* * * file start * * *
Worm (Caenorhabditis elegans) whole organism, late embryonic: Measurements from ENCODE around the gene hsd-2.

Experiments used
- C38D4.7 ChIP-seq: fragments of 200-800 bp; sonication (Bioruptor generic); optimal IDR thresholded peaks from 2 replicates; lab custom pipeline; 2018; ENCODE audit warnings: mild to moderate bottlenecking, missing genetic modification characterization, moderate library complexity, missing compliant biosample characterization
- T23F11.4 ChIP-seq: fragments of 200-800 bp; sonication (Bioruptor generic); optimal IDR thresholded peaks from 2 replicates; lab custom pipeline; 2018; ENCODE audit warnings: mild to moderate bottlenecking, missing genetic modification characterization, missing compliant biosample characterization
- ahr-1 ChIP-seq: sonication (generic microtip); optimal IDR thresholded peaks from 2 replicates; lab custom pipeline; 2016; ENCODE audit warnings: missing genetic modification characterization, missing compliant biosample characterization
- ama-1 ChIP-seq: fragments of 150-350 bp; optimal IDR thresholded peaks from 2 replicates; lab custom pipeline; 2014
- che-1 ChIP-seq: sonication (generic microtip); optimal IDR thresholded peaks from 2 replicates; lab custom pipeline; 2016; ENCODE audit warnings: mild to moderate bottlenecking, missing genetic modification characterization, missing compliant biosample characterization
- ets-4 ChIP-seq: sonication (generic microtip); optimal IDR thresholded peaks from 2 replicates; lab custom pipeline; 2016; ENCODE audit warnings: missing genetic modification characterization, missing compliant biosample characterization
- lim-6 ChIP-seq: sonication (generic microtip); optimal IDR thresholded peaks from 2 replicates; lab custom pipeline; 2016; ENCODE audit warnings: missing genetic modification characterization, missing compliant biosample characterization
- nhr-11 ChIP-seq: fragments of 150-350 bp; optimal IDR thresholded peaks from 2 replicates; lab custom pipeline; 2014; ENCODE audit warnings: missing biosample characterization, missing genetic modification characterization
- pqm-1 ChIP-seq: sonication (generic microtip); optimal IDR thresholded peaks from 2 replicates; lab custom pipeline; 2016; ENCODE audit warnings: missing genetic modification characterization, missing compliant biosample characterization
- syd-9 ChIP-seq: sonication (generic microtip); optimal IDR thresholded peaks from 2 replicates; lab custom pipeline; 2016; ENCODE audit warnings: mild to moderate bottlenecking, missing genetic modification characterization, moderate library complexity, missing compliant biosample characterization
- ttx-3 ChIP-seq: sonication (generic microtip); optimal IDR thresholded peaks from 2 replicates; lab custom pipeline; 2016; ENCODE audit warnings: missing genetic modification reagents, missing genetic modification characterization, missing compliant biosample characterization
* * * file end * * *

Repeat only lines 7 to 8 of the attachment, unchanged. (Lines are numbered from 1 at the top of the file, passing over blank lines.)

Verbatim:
- che-1 ChIP-seq: sonication (generic microtip); optimal IDR thresholded peaks from 2 replicates; lab custom pipeline; 2016; ENCODE audit warnings: mild to moderate bottlenecking, missing genetic modification characterization, missing compliant biosample characterization
- ets-4 ChIP-seq: sonication (generic microtip); optimal IDR thresholded peaks from 2 replicates; lab custom pipeline; 2016; ENCODE audit warnings: missing genetic modification characterization, missing compliant biosample characterization